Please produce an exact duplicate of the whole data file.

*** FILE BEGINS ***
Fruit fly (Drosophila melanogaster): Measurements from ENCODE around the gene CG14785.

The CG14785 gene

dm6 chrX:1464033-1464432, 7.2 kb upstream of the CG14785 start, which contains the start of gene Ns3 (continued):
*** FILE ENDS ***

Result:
Fruit fly (Drosophila melanogaster): Measurements from ENCODE around the gene CG14785.

The CG14785 gene

dm6 chrX:1464033-1464432, 7.2 kb upstream of the CG14785 start, which contains the start of gene Ns3 (continued):